Studs Terkel Well, Johnny, I was just thinking, another aspect of Miss Fannie Rawlins, this is the town of Pear Orchard.

John Henry Faulk Pear Orchard.

Studs Terkel You once told me about her feelings about violence & hippies, universities và

John Henry Faulk No, no, no, no. That wasn"t her, honey.

Studs Terkel That wasn"t her.

John Henry Faulk No, no, no. That was -- that was Miss Luella Luella Potten.

Studs Terkel Oh, I didn"t know.

John Henry Faulk Miss Potten.

Studs Terkel Miss Luella.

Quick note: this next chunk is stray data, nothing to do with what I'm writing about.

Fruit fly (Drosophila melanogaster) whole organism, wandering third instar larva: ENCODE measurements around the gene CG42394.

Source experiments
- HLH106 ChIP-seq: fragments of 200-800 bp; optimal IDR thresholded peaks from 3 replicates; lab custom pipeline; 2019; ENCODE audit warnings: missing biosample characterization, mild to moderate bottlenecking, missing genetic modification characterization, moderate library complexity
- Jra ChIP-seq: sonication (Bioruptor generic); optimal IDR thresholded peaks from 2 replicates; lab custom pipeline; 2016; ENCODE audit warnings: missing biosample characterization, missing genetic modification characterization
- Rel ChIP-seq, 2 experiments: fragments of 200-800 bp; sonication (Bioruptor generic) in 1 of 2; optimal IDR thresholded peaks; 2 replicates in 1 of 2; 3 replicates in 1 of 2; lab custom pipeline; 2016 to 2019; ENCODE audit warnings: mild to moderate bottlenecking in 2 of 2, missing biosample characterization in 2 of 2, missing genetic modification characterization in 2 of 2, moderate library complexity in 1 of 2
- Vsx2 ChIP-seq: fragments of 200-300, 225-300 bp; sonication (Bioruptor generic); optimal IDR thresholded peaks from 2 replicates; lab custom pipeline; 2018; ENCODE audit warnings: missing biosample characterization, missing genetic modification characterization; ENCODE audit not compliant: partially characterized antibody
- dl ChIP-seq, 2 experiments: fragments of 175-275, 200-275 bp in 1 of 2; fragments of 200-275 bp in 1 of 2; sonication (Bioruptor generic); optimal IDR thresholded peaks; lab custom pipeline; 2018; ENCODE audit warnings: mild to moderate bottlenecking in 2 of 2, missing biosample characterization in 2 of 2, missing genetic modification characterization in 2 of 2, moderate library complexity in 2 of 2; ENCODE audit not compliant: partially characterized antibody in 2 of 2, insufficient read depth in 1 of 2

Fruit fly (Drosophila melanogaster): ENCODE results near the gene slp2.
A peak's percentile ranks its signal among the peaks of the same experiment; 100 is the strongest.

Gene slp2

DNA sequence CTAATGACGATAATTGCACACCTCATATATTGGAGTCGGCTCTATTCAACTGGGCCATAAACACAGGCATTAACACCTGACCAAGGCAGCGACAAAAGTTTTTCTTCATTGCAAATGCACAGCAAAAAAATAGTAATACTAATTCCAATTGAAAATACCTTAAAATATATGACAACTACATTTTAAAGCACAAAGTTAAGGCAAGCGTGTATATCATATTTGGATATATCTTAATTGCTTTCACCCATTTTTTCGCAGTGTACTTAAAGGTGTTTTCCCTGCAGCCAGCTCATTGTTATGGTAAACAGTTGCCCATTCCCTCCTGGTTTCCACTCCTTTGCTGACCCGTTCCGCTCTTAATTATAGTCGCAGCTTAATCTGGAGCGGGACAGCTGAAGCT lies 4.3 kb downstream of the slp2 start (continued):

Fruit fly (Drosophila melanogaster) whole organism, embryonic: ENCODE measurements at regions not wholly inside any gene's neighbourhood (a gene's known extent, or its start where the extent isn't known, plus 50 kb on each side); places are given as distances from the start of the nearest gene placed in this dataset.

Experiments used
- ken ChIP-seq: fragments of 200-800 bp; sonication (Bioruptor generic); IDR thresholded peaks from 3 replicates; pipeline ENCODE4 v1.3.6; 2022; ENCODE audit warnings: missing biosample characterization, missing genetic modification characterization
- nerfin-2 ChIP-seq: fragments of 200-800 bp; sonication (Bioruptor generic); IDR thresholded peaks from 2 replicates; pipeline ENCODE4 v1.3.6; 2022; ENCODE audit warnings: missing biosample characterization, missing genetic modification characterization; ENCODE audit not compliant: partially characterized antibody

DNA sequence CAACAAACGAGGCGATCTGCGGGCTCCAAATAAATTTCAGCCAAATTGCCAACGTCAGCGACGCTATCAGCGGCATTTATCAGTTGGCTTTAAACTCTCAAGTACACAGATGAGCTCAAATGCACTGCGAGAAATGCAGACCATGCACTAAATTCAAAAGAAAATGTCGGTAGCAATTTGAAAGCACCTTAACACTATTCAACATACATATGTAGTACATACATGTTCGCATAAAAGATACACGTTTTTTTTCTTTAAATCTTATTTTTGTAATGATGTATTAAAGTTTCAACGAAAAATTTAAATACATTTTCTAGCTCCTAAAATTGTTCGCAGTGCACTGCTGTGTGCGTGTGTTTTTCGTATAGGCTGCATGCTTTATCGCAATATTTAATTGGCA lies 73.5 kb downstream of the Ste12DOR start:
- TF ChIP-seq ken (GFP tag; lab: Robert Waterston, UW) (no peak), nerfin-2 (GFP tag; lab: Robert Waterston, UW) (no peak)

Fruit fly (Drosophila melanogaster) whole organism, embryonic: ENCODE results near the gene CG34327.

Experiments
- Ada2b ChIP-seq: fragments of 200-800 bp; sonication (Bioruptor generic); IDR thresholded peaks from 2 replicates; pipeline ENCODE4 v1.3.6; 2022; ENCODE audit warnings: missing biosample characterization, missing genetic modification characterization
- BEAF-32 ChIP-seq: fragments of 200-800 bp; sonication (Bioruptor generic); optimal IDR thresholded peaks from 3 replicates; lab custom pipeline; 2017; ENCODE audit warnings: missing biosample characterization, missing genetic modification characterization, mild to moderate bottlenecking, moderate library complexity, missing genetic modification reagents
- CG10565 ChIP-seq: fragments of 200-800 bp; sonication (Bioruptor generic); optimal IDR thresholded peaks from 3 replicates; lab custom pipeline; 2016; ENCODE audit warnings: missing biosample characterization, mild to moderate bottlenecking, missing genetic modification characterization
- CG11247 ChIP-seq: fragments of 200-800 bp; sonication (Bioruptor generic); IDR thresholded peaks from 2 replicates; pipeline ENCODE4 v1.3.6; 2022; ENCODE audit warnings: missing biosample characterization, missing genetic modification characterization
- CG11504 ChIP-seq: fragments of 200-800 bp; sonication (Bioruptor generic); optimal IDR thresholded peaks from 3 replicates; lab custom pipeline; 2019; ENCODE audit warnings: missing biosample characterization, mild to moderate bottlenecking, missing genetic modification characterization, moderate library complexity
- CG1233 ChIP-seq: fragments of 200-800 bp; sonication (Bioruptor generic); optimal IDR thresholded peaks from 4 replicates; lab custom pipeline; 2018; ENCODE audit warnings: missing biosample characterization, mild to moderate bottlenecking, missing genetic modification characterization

John Henry Faulk She was another capacious lady, she lives down in Pear Orchard too, & well, this was just the other day she was relating this incident to me, and I thought it was absolutely revealing. She said, oh I forget the occasion for me stopping by khổng lồ see her there in Pear Orchard, but she was standing out working in her garden, you know, they garden early down there, that section because the freezes stop in February, and I said something about, oh, pollution or something of the sort. And she got around lớn the matter of violence. Now, I don"t recall just how she did, but anyway, she said, "You know what"s creatin" the violence in America today? Hippies. These old long-haired dirty thing mustaches and beards are hanging down and they were beatin" on them old guitars you know & just a-carryin" on? And you know where they pickin" up all that violence there? Well, let me tell ya. My nephew Frank told me about it. Franklin was over there, he you know went over there to lớn Viet Nam. And he said he hadn"t been over there three hours seeing some of them Vietnamese, and he seen the whole connection. Them Vietnamese is all hippies. Whole country just loaded with them. He said grown men và women wearing them old tacky clothes, hair hanging down every direction, & going barefooted & out in a public street in front of their own children. No shame, you know. And Frank said here"s where the violence come in. He said he saw one of them tìm kiếm & destroy missions with his his buddy named Taber, hyên ổn & old Taber. You know he said them ash ships go over them little old villages they Hotline "em, you know, và they hit "em real good with that napalm and just burn the daylights out of "em, but a heap o" times it don"t burn "em all, và so hyên và Taber was a-going in there to get them that hadn"t been burned và says ain"t nothing, they hotline hyên hoochies. That"s what them people lives in, their hoochies. Said they just smelled lớn high heaven and said ain"t nothing but straw and shucks & such as that, just whatever they can get to lớn, you know, make "em a house out of. And Taber và Frank was a-going along burning them that hadn"t burnt down yet, you know, on that search and destroy thing. And he said he"s standing there just a-burning one of them, you know, và good breeze blowing, and all of a sudden Taber yelled, "Look out, Frank!" và he turned his head and hears one of them old Vietnamese hippie-type women khổng lồ come and runnin" out of one of them holes, you know, và her old face just contorted with hate, và she had a butcher knife in her hand or some such knife that was going khổng lồ stab Frank right in the baông chồng, & he had hurt Frank"s feelings. But thank goodness Taber got her right between the eyes, you know, và she went down, and here come one of them old grandpas, a pappy-san or whatever they call him, a-running out, and he snatched up that knife and he run. It -- Frank, and Frank got him with his service automatic. And then here"s where the violence comes in. He said the child couldn"t have been over 12 year old, come a-running out of that hole, come a-crawling out of that hole, và he run for that knife and said violence was just written in every line in that child"s face. Yes, sir. And Frank got hyên ổn too & left hlặng stacked up there like cord wood. And Frank said, said that violence that them hippies over there practice in Viet Nam says it"s what"s a-givin" these hippies all this violence over here, và thank goodness you know President Nixon and the Pentagon understand that violence business. And when they get done a-puttin" it down over there, they"re coming over here & put down a little bit of it too."